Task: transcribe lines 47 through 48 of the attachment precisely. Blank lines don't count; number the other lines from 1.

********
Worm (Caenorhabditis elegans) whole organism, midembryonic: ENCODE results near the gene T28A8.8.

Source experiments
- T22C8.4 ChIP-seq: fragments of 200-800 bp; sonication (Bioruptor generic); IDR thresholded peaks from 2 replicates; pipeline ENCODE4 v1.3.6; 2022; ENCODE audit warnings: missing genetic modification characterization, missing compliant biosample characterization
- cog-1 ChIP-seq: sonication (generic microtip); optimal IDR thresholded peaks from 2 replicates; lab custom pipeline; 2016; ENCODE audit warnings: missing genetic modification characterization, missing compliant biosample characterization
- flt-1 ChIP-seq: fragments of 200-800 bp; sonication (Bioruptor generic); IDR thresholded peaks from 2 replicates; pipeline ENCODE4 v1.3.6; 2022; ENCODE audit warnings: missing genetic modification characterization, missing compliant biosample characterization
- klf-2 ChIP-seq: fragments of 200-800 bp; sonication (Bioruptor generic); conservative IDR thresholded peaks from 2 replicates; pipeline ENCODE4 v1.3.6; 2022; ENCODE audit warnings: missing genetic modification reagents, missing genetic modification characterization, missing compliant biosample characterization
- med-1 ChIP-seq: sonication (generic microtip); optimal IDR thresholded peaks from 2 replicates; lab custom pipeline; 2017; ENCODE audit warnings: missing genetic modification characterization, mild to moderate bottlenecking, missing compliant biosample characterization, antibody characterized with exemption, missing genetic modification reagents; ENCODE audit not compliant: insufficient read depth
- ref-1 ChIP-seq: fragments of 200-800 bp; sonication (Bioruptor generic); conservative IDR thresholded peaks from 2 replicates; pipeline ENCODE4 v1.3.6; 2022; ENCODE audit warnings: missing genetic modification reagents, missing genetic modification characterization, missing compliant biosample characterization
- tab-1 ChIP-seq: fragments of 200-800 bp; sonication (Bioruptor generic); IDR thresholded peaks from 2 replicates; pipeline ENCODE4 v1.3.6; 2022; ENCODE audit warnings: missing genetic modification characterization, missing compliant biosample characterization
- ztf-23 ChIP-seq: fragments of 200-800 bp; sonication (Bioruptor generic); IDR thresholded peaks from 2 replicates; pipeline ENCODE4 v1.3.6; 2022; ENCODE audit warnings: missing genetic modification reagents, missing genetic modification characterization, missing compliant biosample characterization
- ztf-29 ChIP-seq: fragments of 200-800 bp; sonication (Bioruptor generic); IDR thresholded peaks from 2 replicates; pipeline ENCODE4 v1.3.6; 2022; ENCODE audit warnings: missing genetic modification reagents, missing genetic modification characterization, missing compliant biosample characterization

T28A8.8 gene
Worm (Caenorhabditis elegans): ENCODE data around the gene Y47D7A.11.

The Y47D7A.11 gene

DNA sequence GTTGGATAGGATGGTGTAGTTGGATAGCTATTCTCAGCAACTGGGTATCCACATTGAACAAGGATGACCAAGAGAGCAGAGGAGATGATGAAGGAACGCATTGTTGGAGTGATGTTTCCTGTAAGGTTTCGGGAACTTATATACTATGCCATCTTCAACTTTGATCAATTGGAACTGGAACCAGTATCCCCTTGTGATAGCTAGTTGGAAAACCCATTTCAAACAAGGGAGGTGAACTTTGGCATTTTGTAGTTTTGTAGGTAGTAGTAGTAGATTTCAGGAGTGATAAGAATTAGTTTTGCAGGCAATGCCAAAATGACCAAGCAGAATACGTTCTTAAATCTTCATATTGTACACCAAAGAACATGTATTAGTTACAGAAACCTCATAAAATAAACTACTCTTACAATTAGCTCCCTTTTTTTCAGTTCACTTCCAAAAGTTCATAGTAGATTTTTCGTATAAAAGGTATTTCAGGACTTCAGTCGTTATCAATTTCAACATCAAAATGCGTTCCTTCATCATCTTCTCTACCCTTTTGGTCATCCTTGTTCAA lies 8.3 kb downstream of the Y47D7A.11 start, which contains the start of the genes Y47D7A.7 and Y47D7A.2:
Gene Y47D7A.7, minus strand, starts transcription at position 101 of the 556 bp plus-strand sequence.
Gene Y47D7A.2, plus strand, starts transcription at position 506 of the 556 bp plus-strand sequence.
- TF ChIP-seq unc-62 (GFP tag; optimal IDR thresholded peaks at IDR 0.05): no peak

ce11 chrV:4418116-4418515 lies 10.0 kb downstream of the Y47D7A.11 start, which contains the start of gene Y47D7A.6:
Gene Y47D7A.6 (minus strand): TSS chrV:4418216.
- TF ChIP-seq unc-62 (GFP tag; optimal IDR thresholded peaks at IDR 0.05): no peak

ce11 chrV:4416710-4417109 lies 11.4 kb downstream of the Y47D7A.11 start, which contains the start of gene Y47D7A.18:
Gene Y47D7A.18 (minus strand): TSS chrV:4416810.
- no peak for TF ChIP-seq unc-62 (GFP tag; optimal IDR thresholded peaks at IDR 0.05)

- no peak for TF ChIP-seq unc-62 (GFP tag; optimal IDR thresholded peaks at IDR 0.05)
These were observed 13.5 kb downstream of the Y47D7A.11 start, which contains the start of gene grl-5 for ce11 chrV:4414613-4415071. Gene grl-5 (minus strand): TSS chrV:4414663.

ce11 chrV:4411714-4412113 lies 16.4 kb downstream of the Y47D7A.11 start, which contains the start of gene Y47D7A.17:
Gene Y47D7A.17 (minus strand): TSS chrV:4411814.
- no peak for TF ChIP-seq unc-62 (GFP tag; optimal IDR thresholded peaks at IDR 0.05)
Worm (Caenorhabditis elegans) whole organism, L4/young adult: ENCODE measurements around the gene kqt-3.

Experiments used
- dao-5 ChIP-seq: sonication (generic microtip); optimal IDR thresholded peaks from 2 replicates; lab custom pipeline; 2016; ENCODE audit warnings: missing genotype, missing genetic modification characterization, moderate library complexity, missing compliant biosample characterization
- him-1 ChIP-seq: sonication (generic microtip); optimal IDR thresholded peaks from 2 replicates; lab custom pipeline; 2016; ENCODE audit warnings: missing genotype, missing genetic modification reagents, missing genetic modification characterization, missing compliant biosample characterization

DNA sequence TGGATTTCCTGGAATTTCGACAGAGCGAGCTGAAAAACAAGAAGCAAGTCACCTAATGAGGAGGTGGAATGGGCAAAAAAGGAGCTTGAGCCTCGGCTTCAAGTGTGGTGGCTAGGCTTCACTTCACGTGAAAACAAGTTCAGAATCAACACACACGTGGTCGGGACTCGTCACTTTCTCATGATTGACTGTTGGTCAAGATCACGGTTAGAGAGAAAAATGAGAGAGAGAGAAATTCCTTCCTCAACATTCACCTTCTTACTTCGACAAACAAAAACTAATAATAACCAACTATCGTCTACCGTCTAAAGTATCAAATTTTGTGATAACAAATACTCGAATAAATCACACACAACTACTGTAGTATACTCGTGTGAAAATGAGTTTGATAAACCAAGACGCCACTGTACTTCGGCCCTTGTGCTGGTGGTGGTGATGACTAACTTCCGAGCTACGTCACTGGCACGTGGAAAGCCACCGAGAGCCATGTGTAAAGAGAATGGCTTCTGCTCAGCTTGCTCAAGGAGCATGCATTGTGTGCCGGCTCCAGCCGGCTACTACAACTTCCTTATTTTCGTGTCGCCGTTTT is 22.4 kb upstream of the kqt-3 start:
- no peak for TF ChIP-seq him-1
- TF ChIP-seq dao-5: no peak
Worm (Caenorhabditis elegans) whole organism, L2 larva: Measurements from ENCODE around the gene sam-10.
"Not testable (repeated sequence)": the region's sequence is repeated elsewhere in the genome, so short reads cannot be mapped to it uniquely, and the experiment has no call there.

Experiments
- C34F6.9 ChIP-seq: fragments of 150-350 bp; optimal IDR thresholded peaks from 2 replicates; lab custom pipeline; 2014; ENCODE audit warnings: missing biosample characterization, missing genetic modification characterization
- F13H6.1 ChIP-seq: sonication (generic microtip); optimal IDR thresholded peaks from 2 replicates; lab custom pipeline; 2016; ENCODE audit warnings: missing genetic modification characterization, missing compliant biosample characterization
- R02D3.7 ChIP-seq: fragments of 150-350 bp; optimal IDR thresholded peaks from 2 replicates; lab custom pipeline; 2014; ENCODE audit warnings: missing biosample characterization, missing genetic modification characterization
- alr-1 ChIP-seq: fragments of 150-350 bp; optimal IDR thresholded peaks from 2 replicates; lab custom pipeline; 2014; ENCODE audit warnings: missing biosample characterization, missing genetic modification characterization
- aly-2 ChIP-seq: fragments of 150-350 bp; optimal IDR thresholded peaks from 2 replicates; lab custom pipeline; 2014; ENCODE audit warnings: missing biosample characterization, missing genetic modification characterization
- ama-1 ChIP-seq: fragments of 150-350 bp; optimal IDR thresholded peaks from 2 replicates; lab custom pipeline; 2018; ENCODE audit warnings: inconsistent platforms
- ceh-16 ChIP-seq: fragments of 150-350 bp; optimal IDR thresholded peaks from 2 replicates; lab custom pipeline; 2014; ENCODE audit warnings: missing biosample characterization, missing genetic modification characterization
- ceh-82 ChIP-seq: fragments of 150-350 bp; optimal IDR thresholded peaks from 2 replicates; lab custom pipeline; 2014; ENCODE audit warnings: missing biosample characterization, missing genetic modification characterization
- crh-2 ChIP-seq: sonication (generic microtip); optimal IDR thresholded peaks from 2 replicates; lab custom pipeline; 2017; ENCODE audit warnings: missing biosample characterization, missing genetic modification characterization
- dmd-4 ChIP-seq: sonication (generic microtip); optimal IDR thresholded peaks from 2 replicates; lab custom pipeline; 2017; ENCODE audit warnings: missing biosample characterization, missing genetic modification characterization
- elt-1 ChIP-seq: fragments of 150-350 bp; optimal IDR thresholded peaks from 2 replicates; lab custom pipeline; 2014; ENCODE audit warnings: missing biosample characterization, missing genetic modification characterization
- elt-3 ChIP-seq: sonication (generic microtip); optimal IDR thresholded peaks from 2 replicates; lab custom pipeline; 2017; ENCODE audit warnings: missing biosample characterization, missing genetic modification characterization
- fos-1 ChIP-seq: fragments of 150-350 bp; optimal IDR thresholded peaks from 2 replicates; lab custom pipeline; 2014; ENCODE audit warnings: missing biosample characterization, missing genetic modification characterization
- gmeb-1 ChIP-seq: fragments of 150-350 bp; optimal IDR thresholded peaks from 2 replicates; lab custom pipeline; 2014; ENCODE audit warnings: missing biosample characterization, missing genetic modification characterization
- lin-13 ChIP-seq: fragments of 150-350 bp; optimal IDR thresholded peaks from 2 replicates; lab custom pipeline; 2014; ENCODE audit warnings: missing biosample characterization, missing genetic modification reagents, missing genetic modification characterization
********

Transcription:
- ceh-82 ChIP-seq: fragments of 150-350 bp; optimal IDR thresholded peaks from 2 replicates; lab custom pipeline; 2014; ENCODE audit warnings: missing biosample characterization, missing genetic modification characterization
- crh-2 ChIP-seq: sonication (generic microtip); optimal IDR thresholded peaks from 2 replicates; lab custom pipeline; 2017; ENCODE audit warnings: missing biosample characterization, missing genetic modification characterization